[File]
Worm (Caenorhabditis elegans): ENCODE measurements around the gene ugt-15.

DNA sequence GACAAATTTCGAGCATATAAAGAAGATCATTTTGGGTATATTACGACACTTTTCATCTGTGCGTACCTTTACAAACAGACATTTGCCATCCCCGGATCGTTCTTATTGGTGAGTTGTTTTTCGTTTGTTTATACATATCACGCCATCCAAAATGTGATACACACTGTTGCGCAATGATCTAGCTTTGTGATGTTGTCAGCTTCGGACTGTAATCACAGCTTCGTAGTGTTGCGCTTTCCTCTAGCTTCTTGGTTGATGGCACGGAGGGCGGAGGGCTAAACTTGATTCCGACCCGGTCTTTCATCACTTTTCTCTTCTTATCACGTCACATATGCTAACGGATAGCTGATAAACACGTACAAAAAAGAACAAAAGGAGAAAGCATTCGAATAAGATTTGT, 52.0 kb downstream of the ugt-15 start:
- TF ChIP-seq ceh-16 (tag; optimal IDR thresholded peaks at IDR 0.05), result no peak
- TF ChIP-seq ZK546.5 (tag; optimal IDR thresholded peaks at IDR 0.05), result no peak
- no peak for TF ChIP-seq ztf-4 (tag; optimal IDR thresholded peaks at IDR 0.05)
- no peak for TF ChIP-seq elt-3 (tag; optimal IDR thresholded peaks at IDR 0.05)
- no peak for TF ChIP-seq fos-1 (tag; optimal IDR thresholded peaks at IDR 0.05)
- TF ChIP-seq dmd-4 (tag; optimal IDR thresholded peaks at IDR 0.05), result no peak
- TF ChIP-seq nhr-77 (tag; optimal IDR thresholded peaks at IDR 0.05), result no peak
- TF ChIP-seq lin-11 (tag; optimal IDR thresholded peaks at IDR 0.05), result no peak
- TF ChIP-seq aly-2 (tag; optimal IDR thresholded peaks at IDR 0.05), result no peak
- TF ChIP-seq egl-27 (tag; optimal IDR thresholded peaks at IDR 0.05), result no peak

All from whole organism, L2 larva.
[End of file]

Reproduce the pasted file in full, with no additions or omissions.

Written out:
Worm (Caenorhabditis elegans): ENCODE measurements around the gene ugt-15.

DNA sequence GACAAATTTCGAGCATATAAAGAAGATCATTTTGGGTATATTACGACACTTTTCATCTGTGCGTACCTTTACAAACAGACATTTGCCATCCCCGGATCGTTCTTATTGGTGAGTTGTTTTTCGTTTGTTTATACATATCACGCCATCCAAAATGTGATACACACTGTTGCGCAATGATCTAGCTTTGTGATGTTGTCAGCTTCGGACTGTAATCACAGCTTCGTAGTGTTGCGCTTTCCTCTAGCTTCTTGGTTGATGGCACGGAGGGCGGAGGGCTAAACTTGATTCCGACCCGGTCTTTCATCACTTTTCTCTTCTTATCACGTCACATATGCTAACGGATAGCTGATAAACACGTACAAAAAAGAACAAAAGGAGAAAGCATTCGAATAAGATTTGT, 52.0 kb downstream of the ugt-15 start:
- TF ChIP-seq ceh-16 (tag; optimal IDR thresholded peaks at IDR 0.05), result no peak
- TF ChIP-seq ZK546.5 (tag; optimal IDR thresholded peaks at IDR 0.05), result no peak
- no peak for TF ChIP-seq ztf-4 (tag; optimal IDR thresholded peaks at IDR 0.05)
- no peak for TF ChIP-seq elt-3 (tag; optimal IDR thresholded peaks at IDR 0.05)
- no peak for TF ChIP-seq fos-1 (tag; optimal IDR thresholded peaks at IDR 0.05)
- TF ChIP-seq dmd-4 (tag; optimal IDR thresholded peaks at IDR 0.05), result no peak
- TF ChIP-seq nhr-77 (tag; optimal IDR thresholded peaks at IDR 0.05), result no peak
- TF ChIP-seq lin-11 (tag; optimal IDR thresholded peaks at IDR 0.05), result no peak
- TF ChIP-seq aly-2 (tag; optimal IDR thresholded peaks at IDR 0.05), result no peak
- TF ChIP-seq egl-27 (tag; optimal IDR thresholded peaks at IDR 0.05), result no peak

All from whole organism, L2 larva.